There’s an old tradition that’s made a very welcome come back in the last few years – Afternoon Tea. And what’s not to like? Little sandwiches, a lovely selection of delicious cakes all washed down with dainty cups of freshly brewed tea. Continue reading “Afternoon tea”
Working out what to have for a picnic or in lunchboxes can be a bit challenging at times, especially when you are eating with food intolerances or starting to follow a whole-food plant-based diet. For me, sandwiches tend to be off the menu so I’m always looking for something that’s satisfying, super tasty and not going to make me feel bleurgh at the end of the meal.
I am a big fan of scones – there’s already two recipes on my blog, these sweet dairy-free scones (one of my earlier recipes and so not quite as healthy as nowadays!) and these lovely savoury pumpkin scones. So why the need for another one? Surely two is enough?
Firstly, I don’t think you can ever have enough scone recipes! But apart from that, these savoury scones push the flavour boundaries further than the pumpkin ones, and contain a cheap, easy and super-nutritious vegetable – carrot.
I’ve already talked about how healthy carrots can be with my post earlier this week here. They can also be a useful agent in low-fat whole-food baking, acting as an egg and butter replacement whilst adding in some nutritional goodies at the same time. Carrots are complimented by a number of other flavours including mixed herbs, nutritional yeast (for that slight cheesy flavour) and a little mustard, all of which feature in this recipe.
If you suffer from food intolerances that mean yeast or mustard are off the menu, then you can just up the other flavours and not miss out on the lovely savoriness of these scones. And if you can’t have either, then just top up on the herbs, add a little extra salt and make them anyway for they will still taste wonderful.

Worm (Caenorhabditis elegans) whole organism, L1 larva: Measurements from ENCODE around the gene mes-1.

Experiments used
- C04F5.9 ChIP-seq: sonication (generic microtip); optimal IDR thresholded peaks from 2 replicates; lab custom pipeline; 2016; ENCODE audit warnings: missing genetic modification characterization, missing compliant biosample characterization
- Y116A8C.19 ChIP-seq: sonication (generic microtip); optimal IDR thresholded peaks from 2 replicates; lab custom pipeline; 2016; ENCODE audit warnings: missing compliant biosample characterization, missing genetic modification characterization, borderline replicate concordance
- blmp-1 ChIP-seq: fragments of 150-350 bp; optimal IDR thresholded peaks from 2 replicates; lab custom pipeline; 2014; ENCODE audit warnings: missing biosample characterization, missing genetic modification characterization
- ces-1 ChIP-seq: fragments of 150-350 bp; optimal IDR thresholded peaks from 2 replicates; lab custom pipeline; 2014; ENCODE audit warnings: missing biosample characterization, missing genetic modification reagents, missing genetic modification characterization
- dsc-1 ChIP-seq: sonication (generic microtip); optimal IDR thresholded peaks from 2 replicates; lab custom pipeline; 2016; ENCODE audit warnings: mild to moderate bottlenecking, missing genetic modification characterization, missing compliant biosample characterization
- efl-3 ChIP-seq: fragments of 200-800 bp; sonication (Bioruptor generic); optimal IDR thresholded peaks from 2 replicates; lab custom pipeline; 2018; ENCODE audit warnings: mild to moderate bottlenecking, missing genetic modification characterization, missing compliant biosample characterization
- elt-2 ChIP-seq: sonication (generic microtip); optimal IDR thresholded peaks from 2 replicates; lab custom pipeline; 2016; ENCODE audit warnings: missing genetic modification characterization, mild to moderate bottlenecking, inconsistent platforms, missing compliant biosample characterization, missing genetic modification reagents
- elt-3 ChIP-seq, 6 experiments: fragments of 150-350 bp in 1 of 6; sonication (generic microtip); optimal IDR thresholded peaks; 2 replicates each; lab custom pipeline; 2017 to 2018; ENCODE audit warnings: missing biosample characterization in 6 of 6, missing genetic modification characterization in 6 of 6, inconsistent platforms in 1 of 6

Rather than going for whole-meal flour, I’ve started to use spelt for much of my baking. This older strain of wheat seems to be less of a challenge to many people’s digestion compared to modern fast grown wheat. It has a slightly nutty flavour and produces slightly lighter, fluffier scones than whole-wheat flour. Of course if you have an allergy or an intolerance to gluten, spelt is not for you. Fortunately, these scones work well with a good gluten-free flour mix like Dove’s Farm so you don’t have to miss out.
I like to make these scones in two round batches and then cut then into triangles. It saves time as you don’t have bother rolling out the dough and cutting them into shapes (and risk losing the air bubbles that make them light and fluffy) and you don’t end up with leftover dough that ends up getting thrown away. They do well in the oven too, producing a more even bake. Finally, if you make too many to eat in one or two sittings, then these freeze really well, perfect to grab for a quick lunch or snack.
So why not give these yummy savoury scones a try over the weekend? They are so worth the effort. And if you do, don’t forget to let me know how you get on.
- 400 grams spelt flour or gluten-free alternative
- 2 teaspoons baking powder
- pinch salt
- 2 teaspoons mixed herbs
- 2 tablespoons nutritional yeast
- 150 grams carrot pureé (see note below)
- 2 tablespoons extra virgin olive oil (optional)
- 2 tablespoons ground flaxseed
- 6 tablespoons water
- 4 tablespoons soya milk (or other dairy-free milk as tolerated)
- 1 teaspoon Dijon mustard
- 1 tablespoon soya milk to brush over the top
- 2 tablespoons mixed seeds (optional)
- Pre-heat the oven to 200ºC. Place a silicon mat or non-stick baking paper onto a large tray.
- Place the flour, baking powder, salt, herbs and nutritional yeast in a bowl and mix together to combine well.